RainforestWell, rain in a forest to be more specific. The day began with light rain, and progressed into a steady rain as we arrived at Matthiessen State Park to view the Fall colors. Sunrise went unnoticed for quite a long time, as the cloud cover and steep ravines prevented any light from reaching the canyon floor - dark and wet, a total nightmare for photography. We pushed on. Already wet and muddy, we decided to explore a canyon we haven't seen before, finding it much easier to walk through the ankle-deep water, than the soft, sticky mud along the bank. (Time to invest in a great pair of waterproof boots). We arrived at the Vermillion River a short while later, and explored the area around the confluence of the two waters. Despite the rain, mud, and darkness, or perhaps in spite of them, today's hike was memorable.

Lock Tender's House

Lock Tender's House Vacated decades ago, the Lock 20 lock tender's house remains standing along the Hennepin Canal near Wyanet, Illinois. While the canal didn't recieve the traffic it was meant to handle, it was historically significant. At over 100 miles in length, it was the first canal in America built of concrete - quite an undertaking for such a large scale project. The concrete locks still stand today, and all but one are visible (lock 1 is sometimes under water). A few of the lock tender's homes remain, most in need of significant repair. This one, according to locals, is said to be haunted. I've met some people who spend time on the grounds next to the home on nights with a full moon, hoping to see something supernatural. Last year, they pointed out something interesting. It was late afternoon, and temperatures were in the mid 80's all day. I expected the boarded up home to be very hot inside. They pointed out an eight inch hole in the siding. While peering inside, very cold air was rushing out - an interesting occurence on such a warm day. Sounds like a great place to spend Halloween night.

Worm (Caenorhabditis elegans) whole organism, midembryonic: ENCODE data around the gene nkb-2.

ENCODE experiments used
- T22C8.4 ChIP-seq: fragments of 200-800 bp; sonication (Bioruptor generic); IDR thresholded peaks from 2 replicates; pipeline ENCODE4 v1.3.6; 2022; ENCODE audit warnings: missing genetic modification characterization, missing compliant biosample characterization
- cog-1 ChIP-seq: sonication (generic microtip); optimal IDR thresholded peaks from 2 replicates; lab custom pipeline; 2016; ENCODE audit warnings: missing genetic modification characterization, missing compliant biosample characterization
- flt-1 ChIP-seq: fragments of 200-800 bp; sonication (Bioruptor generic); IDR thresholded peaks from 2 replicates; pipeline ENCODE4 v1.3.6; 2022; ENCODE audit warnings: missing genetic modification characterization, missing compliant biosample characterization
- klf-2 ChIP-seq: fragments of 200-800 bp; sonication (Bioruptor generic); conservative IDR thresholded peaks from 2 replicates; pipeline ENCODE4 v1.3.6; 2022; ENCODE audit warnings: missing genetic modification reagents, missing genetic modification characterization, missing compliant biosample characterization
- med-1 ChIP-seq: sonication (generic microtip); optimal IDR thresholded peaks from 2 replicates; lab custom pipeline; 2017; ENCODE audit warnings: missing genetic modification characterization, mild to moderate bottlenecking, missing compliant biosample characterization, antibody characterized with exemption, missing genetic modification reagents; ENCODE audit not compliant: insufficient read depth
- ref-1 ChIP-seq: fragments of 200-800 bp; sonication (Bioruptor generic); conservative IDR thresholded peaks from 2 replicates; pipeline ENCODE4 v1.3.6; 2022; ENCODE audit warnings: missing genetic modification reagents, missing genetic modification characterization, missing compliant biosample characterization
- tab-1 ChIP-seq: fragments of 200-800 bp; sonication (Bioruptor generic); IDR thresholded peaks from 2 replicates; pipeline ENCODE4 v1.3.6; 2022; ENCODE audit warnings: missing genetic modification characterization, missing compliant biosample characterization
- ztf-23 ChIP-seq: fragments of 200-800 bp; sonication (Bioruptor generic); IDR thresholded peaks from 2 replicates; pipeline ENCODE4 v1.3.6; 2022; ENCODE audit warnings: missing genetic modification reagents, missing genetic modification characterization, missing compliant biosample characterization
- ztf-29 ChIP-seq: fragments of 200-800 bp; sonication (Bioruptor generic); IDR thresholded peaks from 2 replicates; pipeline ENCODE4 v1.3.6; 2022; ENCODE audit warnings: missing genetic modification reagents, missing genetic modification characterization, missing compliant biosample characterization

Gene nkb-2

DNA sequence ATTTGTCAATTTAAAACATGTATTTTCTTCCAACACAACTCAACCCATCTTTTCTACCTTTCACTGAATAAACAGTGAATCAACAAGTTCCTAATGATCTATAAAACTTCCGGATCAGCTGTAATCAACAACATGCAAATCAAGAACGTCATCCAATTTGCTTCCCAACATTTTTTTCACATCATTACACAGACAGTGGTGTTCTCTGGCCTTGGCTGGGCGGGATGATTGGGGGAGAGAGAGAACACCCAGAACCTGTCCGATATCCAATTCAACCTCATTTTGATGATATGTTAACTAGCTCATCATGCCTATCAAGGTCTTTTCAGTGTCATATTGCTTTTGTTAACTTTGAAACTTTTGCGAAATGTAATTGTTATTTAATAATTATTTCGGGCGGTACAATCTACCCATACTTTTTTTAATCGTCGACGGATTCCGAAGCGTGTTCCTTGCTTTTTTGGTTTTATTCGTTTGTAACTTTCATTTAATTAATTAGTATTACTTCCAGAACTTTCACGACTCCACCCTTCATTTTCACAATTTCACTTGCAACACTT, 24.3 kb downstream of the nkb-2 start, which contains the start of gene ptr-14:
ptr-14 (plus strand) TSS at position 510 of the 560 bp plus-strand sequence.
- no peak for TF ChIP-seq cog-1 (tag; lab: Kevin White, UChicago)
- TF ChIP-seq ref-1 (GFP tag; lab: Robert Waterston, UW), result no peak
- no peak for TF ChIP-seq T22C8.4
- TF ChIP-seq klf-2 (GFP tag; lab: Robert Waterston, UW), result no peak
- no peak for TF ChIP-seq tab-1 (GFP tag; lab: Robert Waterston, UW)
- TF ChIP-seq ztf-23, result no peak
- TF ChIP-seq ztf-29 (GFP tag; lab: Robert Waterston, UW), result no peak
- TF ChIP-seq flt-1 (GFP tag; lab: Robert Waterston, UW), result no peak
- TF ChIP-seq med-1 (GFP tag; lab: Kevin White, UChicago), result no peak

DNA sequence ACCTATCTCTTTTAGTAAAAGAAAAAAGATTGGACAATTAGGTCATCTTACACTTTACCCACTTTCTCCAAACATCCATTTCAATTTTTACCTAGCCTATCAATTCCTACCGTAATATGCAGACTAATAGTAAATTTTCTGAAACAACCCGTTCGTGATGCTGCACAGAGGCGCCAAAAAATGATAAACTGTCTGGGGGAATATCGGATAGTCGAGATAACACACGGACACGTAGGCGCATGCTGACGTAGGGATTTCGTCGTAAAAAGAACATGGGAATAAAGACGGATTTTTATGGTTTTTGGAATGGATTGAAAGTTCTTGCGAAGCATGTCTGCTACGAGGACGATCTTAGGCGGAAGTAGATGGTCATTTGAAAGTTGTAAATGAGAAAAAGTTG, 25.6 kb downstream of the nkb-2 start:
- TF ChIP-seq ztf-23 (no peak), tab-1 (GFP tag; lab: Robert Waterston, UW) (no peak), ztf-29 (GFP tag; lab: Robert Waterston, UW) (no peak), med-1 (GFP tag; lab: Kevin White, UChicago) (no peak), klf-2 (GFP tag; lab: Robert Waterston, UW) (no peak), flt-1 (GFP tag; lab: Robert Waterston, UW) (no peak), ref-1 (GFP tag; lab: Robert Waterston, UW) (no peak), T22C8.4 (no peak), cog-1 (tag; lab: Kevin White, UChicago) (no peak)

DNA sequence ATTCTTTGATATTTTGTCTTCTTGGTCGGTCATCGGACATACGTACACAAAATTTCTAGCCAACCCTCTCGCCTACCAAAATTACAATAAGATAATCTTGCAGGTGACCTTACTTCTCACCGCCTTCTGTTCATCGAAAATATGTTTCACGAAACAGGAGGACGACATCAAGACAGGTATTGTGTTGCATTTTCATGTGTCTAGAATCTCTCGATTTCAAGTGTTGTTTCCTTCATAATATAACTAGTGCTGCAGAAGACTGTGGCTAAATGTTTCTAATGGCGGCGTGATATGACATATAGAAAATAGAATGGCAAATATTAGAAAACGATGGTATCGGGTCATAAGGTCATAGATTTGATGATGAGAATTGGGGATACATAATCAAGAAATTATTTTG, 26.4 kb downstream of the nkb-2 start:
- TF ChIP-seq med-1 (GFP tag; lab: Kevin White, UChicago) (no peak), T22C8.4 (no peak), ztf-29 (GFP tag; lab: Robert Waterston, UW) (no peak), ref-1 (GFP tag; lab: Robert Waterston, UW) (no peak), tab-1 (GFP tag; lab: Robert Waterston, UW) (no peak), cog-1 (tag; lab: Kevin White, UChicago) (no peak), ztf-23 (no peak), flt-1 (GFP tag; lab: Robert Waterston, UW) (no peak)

Red Covered Bridge

Red Covered Bridge The late afternoon sun bathes the Princeton Red Covered Bridge on a beautiful Autumn day. Built in 1863, at a cost of just over $3,000 the bridge has a 149 foot span over Bureau Creek, and is one of only five covered bridges in Illinois. Once part of the Peoria-Galena Trail, the bridge is now on the U.S. National Register of Historic Places. The bridge is still open to traffic.